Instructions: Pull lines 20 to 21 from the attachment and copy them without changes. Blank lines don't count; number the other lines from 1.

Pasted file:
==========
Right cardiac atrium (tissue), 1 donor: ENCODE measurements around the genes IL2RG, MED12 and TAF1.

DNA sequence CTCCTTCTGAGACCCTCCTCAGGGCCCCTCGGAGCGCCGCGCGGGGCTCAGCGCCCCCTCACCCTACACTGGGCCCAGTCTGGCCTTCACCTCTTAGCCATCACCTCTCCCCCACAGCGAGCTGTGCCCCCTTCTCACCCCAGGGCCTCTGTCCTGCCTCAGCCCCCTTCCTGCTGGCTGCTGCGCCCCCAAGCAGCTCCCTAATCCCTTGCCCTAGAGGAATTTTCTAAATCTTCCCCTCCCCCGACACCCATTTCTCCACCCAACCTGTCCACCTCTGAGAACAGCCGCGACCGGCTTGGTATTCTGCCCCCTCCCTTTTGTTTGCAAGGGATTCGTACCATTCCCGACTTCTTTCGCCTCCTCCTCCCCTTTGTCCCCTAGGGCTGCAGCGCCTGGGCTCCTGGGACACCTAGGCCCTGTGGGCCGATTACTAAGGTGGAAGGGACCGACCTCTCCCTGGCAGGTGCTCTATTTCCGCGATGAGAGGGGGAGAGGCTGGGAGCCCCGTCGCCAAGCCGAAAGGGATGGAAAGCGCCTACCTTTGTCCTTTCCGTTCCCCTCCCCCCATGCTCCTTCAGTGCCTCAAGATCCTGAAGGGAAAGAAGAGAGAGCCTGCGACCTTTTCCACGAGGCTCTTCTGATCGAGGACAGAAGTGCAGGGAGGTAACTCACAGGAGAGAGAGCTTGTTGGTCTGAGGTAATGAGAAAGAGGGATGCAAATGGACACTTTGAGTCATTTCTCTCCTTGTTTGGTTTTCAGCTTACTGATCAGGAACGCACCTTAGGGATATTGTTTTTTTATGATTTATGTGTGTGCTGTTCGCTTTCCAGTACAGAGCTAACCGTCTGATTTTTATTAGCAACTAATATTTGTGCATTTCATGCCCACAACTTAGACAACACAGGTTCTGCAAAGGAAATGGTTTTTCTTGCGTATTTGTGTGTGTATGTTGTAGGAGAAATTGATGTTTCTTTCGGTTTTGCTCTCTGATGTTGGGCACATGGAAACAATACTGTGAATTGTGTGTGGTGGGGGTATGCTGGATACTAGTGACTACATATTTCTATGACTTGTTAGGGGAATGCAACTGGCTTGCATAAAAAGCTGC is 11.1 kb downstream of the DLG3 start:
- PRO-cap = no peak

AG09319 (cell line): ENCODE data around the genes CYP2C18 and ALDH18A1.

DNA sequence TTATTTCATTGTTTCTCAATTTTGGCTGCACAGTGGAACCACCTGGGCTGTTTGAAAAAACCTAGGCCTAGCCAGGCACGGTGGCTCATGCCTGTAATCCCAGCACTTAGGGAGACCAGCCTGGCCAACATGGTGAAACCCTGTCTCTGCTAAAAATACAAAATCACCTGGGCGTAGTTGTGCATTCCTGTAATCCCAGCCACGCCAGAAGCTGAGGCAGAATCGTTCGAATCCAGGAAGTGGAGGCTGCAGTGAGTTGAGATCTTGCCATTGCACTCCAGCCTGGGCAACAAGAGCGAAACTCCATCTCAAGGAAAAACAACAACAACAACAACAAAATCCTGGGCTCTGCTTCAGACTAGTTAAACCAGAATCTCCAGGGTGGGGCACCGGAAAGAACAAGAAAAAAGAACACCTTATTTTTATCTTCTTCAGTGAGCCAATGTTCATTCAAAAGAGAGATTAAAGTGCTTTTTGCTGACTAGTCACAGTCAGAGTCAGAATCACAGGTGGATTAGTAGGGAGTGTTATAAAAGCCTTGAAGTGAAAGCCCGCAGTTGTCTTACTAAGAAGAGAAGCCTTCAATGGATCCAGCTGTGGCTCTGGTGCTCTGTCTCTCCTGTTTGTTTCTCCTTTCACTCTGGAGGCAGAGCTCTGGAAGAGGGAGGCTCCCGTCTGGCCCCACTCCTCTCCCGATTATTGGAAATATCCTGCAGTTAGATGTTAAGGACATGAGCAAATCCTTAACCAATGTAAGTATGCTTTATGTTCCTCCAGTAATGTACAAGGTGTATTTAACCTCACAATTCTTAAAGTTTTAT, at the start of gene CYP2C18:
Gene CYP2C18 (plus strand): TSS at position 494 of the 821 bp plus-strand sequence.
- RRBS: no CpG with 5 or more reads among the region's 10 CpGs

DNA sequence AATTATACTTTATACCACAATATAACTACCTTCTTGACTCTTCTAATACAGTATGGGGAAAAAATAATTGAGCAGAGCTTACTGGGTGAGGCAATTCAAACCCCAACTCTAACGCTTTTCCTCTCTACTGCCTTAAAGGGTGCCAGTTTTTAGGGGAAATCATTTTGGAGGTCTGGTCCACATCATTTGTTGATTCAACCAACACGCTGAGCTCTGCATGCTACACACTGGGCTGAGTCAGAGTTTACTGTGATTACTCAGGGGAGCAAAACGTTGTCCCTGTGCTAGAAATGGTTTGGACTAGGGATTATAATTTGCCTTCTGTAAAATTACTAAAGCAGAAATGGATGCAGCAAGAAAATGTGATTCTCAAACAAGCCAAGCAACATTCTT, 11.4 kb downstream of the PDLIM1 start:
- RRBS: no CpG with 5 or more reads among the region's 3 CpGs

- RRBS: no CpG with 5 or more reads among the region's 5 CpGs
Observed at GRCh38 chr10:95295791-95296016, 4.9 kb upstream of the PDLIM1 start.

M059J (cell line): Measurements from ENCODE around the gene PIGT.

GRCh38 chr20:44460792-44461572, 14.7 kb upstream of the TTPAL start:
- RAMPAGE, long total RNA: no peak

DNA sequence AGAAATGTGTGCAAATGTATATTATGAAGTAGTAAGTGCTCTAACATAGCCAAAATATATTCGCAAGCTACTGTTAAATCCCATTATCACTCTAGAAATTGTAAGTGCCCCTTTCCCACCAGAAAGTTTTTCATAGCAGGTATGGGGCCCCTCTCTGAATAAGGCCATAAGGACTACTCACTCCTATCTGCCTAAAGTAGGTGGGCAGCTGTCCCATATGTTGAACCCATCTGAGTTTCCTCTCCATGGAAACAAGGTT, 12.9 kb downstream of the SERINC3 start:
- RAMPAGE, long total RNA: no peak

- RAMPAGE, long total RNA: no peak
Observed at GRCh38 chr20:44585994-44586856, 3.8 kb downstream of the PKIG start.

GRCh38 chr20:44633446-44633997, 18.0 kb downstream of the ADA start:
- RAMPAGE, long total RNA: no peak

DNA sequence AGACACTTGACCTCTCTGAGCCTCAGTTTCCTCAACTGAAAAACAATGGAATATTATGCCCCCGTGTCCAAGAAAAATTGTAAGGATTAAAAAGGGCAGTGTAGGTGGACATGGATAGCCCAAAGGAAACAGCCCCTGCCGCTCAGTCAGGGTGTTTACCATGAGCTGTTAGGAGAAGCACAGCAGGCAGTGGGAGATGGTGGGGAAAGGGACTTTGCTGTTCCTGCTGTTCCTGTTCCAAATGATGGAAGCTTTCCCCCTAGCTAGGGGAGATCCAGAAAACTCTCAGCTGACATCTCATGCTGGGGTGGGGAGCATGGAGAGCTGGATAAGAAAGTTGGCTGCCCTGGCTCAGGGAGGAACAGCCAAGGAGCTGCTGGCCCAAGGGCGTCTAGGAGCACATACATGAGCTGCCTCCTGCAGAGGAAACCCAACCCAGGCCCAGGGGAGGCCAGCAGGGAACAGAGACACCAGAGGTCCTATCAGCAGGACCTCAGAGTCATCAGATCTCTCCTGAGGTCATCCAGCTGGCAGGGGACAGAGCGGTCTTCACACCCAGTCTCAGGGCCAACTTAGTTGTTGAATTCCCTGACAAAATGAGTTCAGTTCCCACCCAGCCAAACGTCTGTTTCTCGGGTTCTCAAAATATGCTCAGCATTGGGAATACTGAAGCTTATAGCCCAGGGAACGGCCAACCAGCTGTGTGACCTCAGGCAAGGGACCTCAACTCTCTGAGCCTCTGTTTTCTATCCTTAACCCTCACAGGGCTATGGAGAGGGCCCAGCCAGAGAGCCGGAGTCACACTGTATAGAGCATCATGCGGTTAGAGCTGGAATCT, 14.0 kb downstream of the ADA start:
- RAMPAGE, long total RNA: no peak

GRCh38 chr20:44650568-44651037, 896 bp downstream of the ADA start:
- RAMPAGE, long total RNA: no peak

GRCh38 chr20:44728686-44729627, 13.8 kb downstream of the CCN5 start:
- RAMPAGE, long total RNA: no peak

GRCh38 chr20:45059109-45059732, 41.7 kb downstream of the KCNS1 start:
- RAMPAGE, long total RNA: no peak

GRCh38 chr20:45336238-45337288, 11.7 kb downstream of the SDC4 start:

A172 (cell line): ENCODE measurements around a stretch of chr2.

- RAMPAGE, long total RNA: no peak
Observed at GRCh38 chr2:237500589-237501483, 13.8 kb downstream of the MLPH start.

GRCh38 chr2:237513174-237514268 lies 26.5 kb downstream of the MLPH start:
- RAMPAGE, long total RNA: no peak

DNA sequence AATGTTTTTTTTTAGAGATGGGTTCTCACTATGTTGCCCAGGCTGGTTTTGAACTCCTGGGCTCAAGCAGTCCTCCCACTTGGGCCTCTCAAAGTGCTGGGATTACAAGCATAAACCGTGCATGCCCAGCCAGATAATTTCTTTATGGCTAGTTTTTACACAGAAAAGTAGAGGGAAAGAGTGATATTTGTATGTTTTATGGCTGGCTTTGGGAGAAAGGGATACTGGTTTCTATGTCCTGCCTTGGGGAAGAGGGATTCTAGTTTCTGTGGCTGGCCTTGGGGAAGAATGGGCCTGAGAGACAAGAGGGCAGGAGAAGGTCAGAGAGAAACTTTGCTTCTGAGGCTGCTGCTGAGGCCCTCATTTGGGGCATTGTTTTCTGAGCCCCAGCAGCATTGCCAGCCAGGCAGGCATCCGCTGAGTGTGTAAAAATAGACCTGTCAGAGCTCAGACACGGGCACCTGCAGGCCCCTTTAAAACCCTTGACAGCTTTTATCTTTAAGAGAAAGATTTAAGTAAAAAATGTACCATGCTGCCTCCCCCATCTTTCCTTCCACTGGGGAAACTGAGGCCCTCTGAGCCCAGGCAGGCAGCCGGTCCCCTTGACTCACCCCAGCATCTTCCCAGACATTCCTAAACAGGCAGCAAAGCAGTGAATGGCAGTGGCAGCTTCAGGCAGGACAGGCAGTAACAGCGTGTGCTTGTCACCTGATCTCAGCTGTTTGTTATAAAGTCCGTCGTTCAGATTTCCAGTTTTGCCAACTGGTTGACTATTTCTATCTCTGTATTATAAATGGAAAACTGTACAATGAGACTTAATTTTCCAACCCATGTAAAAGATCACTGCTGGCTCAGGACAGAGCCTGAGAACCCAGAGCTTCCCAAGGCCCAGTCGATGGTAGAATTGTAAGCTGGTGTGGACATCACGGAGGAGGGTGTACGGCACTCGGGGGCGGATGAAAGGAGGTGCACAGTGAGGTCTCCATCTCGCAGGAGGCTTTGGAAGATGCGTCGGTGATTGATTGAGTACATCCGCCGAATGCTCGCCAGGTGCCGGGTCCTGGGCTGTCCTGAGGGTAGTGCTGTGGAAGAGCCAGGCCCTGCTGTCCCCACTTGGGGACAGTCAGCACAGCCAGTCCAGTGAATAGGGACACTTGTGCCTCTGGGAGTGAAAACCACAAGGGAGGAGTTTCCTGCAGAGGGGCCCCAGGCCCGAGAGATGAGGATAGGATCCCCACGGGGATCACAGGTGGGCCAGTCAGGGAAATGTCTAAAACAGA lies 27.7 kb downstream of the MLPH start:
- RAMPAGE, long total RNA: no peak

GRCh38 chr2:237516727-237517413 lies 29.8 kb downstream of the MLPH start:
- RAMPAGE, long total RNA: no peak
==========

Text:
- RAMPAGE, long total RNA: no peak

DNA sequence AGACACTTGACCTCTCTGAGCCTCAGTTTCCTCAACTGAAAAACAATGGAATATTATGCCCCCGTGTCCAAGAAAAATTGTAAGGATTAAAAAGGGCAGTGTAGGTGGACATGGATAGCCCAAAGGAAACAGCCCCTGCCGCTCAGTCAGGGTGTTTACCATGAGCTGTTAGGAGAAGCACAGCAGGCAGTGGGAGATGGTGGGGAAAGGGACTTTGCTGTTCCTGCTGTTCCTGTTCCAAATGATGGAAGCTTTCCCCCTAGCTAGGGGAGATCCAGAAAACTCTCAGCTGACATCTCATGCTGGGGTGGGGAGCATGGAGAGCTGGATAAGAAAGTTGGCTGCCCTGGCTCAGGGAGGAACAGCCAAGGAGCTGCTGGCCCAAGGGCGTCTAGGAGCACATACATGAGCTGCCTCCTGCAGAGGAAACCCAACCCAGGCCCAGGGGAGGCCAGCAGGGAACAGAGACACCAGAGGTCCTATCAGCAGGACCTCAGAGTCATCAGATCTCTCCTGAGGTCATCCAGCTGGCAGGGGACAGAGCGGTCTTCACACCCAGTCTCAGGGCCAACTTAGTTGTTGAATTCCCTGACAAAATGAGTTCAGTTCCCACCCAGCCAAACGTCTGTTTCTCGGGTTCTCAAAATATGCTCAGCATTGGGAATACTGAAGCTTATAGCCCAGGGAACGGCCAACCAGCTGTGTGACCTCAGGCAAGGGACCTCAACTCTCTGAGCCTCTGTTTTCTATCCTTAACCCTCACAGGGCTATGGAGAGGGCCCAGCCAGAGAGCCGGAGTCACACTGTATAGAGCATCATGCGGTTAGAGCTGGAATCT, 14.0 kb downstream of the ADA start: